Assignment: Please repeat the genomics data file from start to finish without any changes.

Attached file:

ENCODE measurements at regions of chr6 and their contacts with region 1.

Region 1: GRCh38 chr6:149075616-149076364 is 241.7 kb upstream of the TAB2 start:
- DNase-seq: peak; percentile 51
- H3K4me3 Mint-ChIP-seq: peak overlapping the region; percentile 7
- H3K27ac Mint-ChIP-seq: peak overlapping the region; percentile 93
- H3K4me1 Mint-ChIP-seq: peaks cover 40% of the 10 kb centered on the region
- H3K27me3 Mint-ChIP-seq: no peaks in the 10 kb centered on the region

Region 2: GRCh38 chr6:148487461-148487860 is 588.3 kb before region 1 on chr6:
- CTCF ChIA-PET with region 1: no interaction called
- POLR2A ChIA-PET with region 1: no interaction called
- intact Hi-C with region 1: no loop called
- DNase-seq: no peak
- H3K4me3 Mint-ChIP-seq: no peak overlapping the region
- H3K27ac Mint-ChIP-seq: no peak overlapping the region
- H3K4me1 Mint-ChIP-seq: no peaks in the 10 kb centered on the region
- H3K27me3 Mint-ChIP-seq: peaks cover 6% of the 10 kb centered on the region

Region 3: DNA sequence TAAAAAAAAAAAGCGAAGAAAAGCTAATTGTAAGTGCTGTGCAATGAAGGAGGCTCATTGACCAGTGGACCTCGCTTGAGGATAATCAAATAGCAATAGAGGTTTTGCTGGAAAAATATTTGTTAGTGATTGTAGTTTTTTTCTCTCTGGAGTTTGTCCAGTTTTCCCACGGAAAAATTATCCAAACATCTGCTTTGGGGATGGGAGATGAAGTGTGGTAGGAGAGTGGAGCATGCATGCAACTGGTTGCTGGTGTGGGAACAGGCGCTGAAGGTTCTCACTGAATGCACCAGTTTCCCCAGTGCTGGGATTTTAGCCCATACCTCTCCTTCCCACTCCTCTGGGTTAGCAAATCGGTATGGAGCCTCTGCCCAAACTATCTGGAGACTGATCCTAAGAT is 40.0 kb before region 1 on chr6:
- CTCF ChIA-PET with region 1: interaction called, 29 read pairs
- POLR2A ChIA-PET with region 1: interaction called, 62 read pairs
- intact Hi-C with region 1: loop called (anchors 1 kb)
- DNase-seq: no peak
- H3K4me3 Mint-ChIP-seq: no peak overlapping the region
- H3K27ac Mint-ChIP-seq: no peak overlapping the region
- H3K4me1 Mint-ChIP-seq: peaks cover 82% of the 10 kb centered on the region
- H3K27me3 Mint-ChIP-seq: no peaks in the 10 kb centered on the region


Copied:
ENCODE measurements at regions of chr6 and their contacts with region 1.

Region 1: GRCh38 chr6:149075616-149076364 is 241.7 kb upstream of the TAB2 start:
- DNase-seq: peak; percentile 51
- H3K4me3 Mint-ChIP-seq: peak overlapping the region; percentile 7
- H3K27ac Mint-ChIP-seq: peak overlapping the region; percentile 93
- H3K4me1 Mint-ChIP-seq: peaks cover 40% of the 10 kb centered on the region
- H3K27me3 Mint-ChIP-seq: no peaks in the 10 kb centered on the region

Region 2: GRCh38 chr6:148487461-148487860 is 588.3 kb before region 1 on chr6:
- CTCF ChIA-PET with region 1: no interaction called
- POLR2A ChIA-PET with region 1: no interaction called
- intact Hi-C with region 1: no loop called
- DNase-seq: no peak
- H3K4me3 Mint-ChIP-seq: no peak overlapping the region
- H3K27ac Mint-ChIP-seq: no peak overlapping the region
- H3K4me1 Mint-ChIP-seq: no peaks in the 10 kb centered on the region
- H3K27me3 Mint-ChIP-seq: peaks cover 6% of the 10 kb centered on the region

Region 3: DNA sequence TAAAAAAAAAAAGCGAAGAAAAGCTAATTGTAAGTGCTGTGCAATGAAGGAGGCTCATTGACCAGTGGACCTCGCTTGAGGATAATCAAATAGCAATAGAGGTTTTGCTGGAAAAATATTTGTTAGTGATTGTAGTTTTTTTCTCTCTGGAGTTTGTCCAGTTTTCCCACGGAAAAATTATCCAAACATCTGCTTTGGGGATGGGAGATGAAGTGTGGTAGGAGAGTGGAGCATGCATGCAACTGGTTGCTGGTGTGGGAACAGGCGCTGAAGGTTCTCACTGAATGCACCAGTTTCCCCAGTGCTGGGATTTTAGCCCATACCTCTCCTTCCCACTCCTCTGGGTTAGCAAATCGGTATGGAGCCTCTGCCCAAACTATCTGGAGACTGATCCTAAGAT is 40.0 kb before region 1 on chr6:
- CTCF ChIA-PET with region 1: interaction called, 29 read pairs
- POLR2A ChIA-PET with region 1: interaction called, 62 read pairs
- intact Hi-C with region 1: loop called (anchors 1 kb)
- DNase-seq: no peak
- H3K4me3 Mint-ChIP-seq: no peak overlapping the region
- H3K27ac Mint-ChIP-seq: no peak overlapping the region
- H3K4me1 Mint-ChIP-seq: peaks cover 82% of the 10 kb centered on the region
- H3K27me3 Mint-ChIP-seq: no peaks in the 10 kb centered on the region